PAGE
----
Frontage tax increase for Cache Creek

Council triples frontage tax to pay for water treatment upgrade.

Cache Creek residents will be seeing their frontage rates doubling and tripling over the next 16 years as the Village pays for its new water treatment plant.

Council gave first three readings to the   Water System Frontage Tax Bylaw 749 at its March 28 meeting, raising the rate from 90 cents per foot to $1.82.Mayor John Ranta stated, after the readings, that the rate  hasn’t been adjusted since 1990. Coincidentally, that was the year Ranta also first became mayor.

The bylaw needs one final reading at a Council meeting before it can be adopted.

While it is a significant increase, said Ranta, Council is optimistic it will be covered by new rural homeowner grant.

The rate rises to $2.02 in 2012, increasing until it levels off at $2.65 per foot of taxable frontage in 2015.

Administrator Tom Kadla pointed out that in a bigger town or city, the increase would barely be noticeable, but in this case the amount is spread across only 400 accounts, representing the Village’s taxpayers.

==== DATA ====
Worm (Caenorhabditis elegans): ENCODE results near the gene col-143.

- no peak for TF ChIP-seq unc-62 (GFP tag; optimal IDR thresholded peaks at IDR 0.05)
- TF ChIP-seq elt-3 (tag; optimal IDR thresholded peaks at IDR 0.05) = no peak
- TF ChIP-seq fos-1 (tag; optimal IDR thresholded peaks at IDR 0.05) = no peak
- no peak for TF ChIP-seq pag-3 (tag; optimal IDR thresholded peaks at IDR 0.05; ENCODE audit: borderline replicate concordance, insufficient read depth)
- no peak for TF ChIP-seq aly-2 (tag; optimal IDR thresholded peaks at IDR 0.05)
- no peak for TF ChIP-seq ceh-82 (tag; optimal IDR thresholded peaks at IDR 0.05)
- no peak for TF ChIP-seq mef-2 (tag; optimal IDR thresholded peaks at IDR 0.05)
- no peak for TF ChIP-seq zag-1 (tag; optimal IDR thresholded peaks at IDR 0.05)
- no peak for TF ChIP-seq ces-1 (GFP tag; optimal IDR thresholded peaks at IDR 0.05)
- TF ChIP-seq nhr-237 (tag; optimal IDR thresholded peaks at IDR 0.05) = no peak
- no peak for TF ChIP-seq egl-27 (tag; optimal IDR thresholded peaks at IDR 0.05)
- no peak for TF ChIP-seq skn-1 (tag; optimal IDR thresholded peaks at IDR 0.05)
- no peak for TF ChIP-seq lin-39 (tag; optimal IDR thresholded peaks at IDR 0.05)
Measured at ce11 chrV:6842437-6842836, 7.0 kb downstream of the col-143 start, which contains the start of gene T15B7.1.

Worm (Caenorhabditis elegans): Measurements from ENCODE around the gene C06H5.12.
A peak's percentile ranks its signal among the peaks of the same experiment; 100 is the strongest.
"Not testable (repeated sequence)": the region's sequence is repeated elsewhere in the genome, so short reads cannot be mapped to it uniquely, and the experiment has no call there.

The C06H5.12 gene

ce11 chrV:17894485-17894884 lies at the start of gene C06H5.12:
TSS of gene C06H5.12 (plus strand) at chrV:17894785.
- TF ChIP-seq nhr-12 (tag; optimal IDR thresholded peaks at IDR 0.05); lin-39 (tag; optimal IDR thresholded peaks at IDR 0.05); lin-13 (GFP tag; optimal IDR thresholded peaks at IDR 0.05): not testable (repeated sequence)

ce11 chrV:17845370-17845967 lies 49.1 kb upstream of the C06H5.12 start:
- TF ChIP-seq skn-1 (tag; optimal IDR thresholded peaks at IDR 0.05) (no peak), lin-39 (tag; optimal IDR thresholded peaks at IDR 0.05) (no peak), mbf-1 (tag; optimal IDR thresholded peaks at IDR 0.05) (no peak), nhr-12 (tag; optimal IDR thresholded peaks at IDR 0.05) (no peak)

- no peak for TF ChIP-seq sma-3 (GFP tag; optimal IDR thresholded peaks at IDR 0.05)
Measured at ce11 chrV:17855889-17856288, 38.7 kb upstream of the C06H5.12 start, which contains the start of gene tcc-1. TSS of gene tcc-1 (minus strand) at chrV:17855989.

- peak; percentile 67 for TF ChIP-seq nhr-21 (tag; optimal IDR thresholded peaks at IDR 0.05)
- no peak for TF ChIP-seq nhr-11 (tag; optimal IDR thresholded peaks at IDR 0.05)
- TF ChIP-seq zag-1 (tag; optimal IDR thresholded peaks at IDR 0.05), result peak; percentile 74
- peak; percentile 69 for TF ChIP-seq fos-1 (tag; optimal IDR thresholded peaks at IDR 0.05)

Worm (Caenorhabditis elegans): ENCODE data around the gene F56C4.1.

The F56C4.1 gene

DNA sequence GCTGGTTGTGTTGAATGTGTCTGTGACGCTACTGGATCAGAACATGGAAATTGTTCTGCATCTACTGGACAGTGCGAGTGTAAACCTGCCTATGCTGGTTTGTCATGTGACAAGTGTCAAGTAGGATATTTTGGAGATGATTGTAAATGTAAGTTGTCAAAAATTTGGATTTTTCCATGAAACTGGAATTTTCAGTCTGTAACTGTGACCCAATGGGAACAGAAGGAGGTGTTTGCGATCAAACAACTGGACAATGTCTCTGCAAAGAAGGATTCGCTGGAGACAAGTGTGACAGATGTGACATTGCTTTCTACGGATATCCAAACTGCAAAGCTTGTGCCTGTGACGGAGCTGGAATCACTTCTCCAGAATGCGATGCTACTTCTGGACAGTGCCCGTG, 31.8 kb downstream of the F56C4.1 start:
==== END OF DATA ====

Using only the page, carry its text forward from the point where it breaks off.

Council heard last year from engineers that water usage rates in Cache Creek are among the highest they’ve seen, primarily in the summer months when residents are watering their lawns and gardens. The new water treatment plant was built to accommodate the high usage.

The Village’s portion of the project was estimated at $1,341,242, and came out of it’s Legacy Reserve Fund, but the money needs to be repaid back into the Fund.

Council also gave first three readings to its Five Year Financial Plan, which include’s  the Village’s 2011/12 budget. It needs to pass a fourth reading at the next Council meeting in order to be adopted.

Mayor Ranta pointed out that Landfill revenues carry on at a conservative pace until 2013 and then drop. He expressed a hope that they can carry on after 2015.

For the next three years, the Village is anticipating $624,000 annually from landfill revenues. That figure is only half of what the Village used to receive for the Lower Mainland’s garbage before Metro Vancouver started looking at Waste to Energy options. That income drops to $242,500 for both 2014 and 2015.